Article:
Welcome Students!

Hello and welcome to my art class!

This blog was set up to help you successfully complete your sketchbook assignments. It contains: sketchbook lists, drawing tips, worksheets, classical drawings to copy and deadlines.

Every student in my class is required to complete a set of sketchbook assignments based on drawing from observation. Drawing from observation is sketching an image of what is exactly in front of you. It is drawing objects, people, places from life and not based on one's own imagination. It is really looking closely at something and learning how it is put together and how to interpret what you see onto a piece of paper.

Good drawing from observation is a skill everyone can learn. It requires practice and focus. Some of you have a "talent" for art and some of you may feel you are not so blessed with this gift. But in any case, it is possible for both kinds of artists to improve their drawing.

So work hard and be open to this challenge. I guarantee if you follow my directions and do all your assignments, your drawing from observation will improve quickly!

Happy drawing!

WHY is drawing from observation important?

Every brilliant artist, designer, inventor or scientist can sketch an image to communicate their concept. Even in business today, visually communicating an idea really can help sell an idea.

Drawing from observation will train you to be able to take what you see in front of you and translate it into a image others will understand. Drawing from observation shows that you understand how to interpret the world around you. It also will help you better illustrate what is in your imagination since you can use real world references to support your ideas.

If you are planning to attend a professional art or design college (to study art, game design, comics, animation, illustration, fashion, photography, architecture, product design or graphic design) you will be required to submit an "admission portfolio". A big part of this admission portfolio is drawing from observation. You will be required to submit high level original drawings from observation in a sketchbook and several large format drawings.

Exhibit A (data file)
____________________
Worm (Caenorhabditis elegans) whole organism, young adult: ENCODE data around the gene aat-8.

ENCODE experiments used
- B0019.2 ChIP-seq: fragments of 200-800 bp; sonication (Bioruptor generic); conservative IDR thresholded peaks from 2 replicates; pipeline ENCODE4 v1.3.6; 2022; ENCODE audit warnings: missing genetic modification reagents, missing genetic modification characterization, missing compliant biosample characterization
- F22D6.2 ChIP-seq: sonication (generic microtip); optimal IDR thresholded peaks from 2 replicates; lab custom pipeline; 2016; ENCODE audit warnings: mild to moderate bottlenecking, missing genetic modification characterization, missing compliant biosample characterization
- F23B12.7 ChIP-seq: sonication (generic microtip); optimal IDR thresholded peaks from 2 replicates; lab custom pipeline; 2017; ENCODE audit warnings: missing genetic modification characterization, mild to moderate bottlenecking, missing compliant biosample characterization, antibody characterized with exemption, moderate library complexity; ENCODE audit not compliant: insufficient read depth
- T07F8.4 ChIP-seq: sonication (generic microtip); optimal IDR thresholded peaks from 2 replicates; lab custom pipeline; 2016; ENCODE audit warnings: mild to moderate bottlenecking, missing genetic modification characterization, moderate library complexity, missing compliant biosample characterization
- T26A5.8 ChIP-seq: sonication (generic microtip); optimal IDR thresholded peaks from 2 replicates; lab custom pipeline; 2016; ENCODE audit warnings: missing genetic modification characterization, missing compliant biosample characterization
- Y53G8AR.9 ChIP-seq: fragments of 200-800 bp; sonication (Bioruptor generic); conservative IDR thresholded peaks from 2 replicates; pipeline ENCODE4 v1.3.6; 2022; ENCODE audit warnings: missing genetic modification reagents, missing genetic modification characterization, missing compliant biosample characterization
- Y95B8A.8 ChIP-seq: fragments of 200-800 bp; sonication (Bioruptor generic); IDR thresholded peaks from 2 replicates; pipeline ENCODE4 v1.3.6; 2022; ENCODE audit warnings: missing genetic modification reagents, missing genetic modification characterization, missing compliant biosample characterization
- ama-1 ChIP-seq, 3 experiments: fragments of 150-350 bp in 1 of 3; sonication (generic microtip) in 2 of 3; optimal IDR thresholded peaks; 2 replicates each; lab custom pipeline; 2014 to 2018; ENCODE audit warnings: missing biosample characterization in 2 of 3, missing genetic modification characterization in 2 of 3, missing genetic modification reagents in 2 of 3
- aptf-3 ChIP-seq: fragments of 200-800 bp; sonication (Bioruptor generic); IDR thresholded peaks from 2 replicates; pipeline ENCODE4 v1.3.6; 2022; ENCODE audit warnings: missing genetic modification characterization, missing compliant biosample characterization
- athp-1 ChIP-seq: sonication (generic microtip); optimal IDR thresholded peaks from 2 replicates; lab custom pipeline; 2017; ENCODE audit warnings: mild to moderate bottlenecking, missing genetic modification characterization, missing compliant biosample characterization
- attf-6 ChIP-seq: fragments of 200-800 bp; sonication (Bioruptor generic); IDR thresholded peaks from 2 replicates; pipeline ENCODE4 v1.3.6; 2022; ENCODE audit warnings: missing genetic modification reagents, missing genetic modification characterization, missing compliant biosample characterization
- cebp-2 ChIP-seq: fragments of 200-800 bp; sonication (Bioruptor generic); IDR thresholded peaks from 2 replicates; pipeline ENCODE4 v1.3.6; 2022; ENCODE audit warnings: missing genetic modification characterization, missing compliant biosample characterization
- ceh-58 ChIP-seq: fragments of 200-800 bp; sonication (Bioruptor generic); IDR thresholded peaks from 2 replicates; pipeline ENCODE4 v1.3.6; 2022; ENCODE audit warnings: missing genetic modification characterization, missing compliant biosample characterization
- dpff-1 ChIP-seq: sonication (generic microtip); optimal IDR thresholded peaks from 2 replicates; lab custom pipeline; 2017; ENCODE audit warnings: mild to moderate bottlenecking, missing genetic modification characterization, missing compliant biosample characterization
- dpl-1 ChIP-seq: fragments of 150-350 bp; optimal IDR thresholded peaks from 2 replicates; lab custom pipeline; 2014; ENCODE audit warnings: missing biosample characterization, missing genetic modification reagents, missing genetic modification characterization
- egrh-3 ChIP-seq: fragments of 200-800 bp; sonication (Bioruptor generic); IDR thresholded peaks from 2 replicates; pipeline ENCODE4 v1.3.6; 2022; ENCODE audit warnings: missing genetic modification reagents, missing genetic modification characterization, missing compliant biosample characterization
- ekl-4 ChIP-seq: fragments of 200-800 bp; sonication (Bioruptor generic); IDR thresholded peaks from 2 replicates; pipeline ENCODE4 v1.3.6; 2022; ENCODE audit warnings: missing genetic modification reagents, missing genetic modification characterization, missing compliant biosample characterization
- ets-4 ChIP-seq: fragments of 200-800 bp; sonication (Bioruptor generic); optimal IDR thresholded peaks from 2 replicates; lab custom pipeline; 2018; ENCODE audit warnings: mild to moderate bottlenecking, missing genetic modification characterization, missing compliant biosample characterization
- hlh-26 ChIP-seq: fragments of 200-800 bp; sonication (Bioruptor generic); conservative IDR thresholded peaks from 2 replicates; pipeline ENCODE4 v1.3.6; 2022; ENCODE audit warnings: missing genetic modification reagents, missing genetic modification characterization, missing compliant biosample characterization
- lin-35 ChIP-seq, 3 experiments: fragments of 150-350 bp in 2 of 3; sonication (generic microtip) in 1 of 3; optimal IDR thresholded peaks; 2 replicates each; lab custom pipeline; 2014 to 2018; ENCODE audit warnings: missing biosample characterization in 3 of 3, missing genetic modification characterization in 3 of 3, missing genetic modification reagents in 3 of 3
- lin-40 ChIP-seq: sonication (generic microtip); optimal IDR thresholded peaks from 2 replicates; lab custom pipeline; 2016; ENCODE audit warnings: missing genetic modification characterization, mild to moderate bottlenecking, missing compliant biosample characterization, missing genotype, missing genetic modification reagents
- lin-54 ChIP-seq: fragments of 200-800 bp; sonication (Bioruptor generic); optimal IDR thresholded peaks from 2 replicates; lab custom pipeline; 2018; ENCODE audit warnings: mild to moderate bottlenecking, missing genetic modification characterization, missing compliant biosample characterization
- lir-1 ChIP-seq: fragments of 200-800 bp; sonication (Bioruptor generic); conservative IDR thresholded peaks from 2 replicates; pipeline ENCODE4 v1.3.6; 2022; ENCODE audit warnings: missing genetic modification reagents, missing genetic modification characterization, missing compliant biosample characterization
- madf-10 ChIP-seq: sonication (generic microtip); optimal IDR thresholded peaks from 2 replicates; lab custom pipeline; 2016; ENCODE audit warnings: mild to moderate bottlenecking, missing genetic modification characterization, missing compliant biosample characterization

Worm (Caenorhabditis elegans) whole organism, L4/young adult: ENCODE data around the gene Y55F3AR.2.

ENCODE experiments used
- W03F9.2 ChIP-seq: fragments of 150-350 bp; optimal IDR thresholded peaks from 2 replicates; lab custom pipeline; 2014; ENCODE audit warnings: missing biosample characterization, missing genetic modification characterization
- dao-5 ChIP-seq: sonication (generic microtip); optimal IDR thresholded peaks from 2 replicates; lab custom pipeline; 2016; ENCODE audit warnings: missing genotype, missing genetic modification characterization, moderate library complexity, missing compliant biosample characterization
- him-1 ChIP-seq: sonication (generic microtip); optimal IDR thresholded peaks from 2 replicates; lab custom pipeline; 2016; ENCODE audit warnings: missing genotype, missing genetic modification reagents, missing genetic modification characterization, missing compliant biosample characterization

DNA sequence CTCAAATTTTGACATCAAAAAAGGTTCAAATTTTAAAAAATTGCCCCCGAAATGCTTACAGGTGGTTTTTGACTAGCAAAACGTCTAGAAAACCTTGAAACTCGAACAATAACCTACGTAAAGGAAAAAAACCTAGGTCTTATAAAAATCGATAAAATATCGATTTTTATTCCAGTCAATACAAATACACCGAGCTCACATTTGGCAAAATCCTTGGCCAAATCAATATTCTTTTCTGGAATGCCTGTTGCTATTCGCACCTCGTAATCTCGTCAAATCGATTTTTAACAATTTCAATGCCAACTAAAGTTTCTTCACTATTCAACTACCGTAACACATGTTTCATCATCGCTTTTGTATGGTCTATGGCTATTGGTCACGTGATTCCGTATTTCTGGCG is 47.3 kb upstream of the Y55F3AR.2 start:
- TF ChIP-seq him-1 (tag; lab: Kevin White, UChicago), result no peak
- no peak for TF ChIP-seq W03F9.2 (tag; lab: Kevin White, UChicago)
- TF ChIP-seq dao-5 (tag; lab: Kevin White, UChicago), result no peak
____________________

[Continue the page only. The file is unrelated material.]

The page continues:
Monday, August 31, 2009


In this section you will find images of famous classical drawings and drawing lessons worksheets.

You are welcome to use any of these images or worksheets as inspiration, as reference or to "copy".

- Discover what is a good composition for this kind of subject
- Understand what kinds of subjects or objects can be represented in a drawing

- By looking carefully at drawing one can understand how the artist created the drawing
- See how famous artists used drawing to represent an idea or present a situation

- If you are new to drawing or want to learn a particular technique quickly, you may prefer to learn by "copying" another drawing.
- Try to use the same media and technique as in the original image
- Remember you can only include 5 copy drawings in your sketchbook per semester.


Click on image

Go to your toolbar and select "File, followed by selecting "Print".

How to draw using value scale: Cooking Pot

How to draw using value scale: Still Life Composition

Four Views of One Object: Contour and Value

Basic Ink Techniques Sampler

Basic Ink Techniques: Cat

Basic Ink Techniques: Dog

Still Life Composition: Value Study of Shoes and Bottle

How to use geometric forms to draw a dog body

How to use geometric forms to draw a dog head

How to use geometric forms to draw a cat

How to use geometric forms to draw a car (front view)

How to use geometric forms to draw a car (side view)

How to use geometric forms to draw a monster truck

Art History: Canelletto landscape drawing

Art History: Canelletto landscape drawing

Art History: Clouet portrait drawing

Art History: DaVinci notebook drawing comparing human and dog leg

Art History: DaVinci notebook drawing of skull

Art History: Degas drapery figure study

Art History: Romano drapery figure study

Art History: Raffaello portrait drawing

Art History: Hoffman animal drawing

Art History: Escher hands writing

Art History: Durer hands praying

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